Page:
Indonesia sentenced five Australians to up to three years in jail yesterday for illegally landing a plane last year in Indonesia’s sensitive Papua Province.
The five, who said they believed they could get visas on arrival but were carrying no travel papers, looked shocked as the verdicts were handed down by a court in Papua, which is a highly restricted area.
“I can’t believe this,” said Vera Scott-Bloxam, one of the four passengers, who were given two-year jail terms and fined 25 million rupiah (US$2,275). Her husband William, the pilot, got three years and double the fine.
A lawyer for the Australians — the Scott-Bloxams, Hubert Hufer, Karen Burke and Keith Ronald Mortimer — described the sentences as harsh and immediately promised to appeal.
The two women and three men were arrested when they made an unannounced landing at Mopah airport in Papua’s Merauke district on Sept. 12 after a flight from Horn island, off the northern tip of Australia’s Queensland state.
They told police they were on a private sightseeing trip and believed they could obtain visas on arrival, although they were not carrying travel documents.
“The pilot William Scott-Bloxam has been proven legally and convincingly guilty of violating Indonesian transportation law by illegally entering Indonesian territory,” Judge Des Benner Sinaga told Merauke district court.
The aircraft was also seized by the Indonesian government.
Indonesia imposes tight restrictions on travel to Papua, where a small guerrilla force has been waging a low-level separatist insurgency since the 1960s, and where the Indonesian military is often accused of rights abuses.
Journalists without special permits are barred from the region.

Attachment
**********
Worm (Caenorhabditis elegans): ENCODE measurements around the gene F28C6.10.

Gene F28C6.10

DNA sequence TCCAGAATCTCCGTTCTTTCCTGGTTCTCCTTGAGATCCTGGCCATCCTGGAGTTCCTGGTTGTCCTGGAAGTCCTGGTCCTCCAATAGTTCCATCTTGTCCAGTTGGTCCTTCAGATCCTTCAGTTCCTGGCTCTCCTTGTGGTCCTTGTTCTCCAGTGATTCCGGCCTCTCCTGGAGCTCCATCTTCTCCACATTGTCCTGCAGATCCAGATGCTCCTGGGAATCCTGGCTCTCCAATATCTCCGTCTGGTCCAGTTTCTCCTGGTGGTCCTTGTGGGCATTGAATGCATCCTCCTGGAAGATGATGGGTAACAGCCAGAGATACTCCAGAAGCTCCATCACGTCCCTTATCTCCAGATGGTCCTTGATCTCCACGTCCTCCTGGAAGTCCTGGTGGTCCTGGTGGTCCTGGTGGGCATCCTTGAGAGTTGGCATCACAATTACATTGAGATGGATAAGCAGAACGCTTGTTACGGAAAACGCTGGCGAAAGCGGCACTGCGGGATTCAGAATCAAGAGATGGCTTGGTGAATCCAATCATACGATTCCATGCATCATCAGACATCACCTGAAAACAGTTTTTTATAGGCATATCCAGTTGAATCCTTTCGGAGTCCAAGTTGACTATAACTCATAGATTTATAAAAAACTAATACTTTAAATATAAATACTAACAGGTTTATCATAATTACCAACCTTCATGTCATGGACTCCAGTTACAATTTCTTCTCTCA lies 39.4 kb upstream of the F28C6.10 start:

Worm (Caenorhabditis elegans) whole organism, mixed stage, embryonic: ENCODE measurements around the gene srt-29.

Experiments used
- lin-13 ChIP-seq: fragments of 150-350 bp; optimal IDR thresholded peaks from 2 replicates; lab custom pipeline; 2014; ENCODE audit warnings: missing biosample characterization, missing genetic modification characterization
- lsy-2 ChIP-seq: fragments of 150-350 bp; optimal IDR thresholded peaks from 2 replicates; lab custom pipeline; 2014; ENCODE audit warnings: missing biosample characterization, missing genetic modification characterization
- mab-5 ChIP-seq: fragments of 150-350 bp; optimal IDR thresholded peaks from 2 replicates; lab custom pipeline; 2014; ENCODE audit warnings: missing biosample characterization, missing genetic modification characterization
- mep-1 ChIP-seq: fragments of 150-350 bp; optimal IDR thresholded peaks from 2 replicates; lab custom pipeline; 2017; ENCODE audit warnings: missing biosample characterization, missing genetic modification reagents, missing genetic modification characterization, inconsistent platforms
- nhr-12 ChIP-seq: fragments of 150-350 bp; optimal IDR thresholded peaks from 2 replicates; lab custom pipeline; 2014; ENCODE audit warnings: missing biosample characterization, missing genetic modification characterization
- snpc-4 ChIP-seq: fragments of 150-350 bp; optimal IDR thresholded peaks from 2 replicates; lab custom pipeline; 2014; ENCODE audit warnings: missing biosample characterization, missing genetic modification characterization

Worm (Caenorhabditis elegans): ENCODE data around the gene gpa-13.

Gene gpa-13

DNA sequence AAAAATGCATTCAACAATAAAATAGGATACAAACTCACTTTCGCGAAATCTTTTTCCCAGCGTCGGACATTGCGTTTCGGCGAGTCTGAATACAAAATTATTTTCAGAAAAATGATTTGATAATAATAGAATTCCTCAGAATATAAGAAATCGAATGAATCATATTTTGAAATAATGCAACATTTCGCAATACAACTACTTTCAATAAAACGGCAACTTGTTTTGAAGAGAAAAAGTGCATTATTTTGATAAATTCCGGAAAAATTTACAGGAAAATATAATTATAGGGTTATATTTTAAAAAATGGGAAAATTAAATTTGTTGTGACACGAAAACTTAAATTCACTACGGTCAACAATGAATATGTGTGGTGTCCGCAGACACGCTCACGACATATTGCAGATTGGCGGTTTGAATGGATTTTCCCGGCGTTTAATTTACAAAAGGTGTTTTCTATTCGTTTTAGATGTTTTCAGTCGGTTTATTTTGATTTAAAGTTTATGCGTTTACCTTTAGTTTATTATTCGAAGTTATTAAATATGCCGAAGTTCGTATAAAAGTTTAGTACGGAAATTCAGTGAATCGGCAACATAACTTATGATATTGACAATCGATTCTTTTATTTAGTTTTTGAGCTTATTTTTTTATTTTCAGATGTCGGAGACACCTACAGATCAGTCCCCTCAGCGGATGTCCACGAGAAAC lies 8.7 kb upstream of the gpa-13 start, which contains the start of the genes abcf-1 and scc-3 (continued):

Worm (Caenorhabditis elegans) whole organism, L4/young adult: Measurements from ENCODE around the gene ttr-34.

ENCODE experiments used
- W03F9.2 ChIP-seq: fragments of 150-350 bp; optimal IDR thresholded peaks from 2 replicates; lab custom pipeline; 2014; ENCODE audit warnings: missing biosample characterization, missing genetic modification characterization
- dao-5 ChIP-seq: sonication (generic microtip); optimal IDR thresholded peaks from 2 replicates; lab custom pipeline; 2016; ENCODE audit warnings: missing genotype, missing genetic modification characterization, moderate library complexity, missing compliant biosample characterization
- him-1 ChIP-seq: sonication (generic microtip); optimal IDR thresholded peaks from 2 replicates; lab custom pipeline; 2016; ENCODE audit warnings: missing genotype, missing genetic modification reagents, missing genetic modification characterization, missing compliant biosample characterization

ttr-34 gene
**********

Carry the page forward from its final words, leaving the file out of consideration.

Australians are entitled to visas on arrival in other parts of Indonesia as long as they have valid passports and authorities find no reason to deny them.
Defence lawyer Efrem Fangoihoy said he was surprised at the length of the jail sentences.
“I declare here firmly that we will file an appeal against the verdict, which we consider to be too heavy,” he said.
“This is a very shameful decision. Based on immigration law, there is an exception for pilots and crew that they don’t need a visa to enter our country,” he said.
“Others [such as passengers] cannot be brought to justice as they landed in an airport which is a neutral zone. If they don’t have visas, they should be sent back to their country,” he said.
Indonesian and Australian officials have said that while their actions were foolish, the five posed no threat.
Defence Minister Juwono Sudarsono told reporters after a meeting with his Australian counterpart Joel Fitzgibbon in September that the Australians were “looking for an opportunity to open up tourism.”
Fitzgibbon said they had shown “very, very poor judgment” but added: “There isn’t any evidence that they were up to what we would describe as any sort of activities that should be a threat to Indonesia.”